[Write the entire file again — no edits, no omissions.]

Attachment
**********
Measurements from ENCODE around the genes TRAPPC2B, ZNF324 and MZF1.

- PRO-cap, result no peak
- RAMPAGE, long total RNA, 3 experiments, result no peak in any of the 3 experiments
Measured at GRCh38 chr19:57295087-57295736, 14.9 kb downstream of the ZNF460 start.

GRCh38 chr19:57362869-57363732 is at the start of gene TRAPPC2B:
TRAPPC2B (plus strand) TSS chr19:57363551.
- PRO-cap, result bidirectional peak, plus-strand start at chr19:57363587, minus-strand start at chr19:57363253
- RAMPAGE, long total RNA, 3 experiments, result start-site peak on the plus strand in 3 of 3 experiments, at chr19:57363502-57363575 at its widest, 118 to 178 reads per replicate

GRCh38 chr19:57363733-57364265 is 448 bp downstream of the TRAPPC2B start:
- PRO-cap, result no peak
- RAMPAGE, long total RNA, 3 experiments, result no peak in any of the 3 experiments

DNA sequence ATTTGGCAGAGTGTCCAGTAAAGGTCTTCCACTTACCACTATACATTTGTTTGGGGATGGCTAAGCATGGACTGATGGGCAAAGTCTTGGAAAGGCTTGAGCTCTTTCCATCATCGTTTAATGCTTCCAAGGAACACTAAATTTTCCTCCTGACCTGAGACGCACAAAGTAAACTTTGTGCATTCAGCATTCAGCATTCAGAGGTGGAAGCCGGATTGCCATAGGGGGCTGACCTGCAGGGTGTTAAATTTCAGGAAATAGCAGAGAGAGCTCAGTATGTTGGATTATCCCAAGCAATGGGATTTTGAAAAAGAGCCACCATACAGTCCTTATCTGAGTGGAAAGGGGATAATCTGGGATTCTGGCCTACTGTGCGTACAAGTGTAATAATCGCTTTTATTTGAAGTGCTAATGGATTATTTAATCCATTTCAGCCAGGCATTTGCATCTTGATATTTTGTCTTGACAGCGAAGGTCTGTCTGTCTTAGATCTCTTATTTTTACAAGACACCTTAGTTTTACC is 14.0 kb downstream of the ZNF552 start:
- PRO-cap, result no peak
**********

Measurements from ENCODE around the genes TRAPPC2B, ZNF324 and MZF1.

- PRO-cap, result no peak
- RAMPAGE, long total RNA, 3 experiments, result no peak in any of the 3 experiments
Measured at GRCh38 chr19:57295087-57295736, 14.9 kb downstream of the ZNF460 start.

GRCh38 chr19:57362869-57363732 is at the start of gene TRAPPC2B:
TRAPPC2B (plus strand) TSS chr19:57363551.
- PRO-cap, result bidirectional peak, plus-strand start at chr19:57363587, minus-strand start at chr19:57363253
- RAMPAGE, long total RNA, 3 experiments, result start-site peak on the plus strand in 3 of 3 experiments, at chr19:57363502-57363575 at its widest, 118 to 178 reads per replicate

GRCh38 chr19:57363733-57364265 is 448 bp downstream of the TRAPPC2B start:
- PRO-cap, result no peak
- RAMPAGE, long total RNA, 3 experiments, result no peak in any of the 3 experiments

DNA sequence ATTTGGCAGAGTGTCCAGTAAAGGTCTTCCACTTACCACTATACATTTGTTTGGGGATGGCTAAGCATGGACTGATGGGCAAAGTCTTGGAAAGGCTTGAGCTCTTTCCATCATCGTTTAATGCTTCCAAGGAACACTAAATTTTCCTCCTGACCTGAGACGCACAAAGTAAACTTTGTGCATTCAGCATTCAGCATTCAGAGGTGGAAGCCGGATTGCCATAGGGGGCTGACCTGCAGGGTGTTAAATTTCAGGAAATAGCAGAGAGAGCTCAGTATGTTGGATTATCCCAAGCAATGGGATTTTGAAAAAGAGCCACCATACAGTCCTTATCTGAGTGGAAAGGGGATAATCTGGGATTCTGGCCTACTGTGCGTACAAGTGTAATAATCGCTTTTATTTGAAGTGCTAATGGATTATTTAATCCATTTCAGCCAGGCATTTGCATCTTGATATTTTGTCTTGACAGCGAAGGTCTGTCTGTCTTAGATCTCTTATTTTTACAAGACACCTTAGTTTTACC is 14.0 kb downstream of the ZNF552 start:
- PRO-cap, result no peak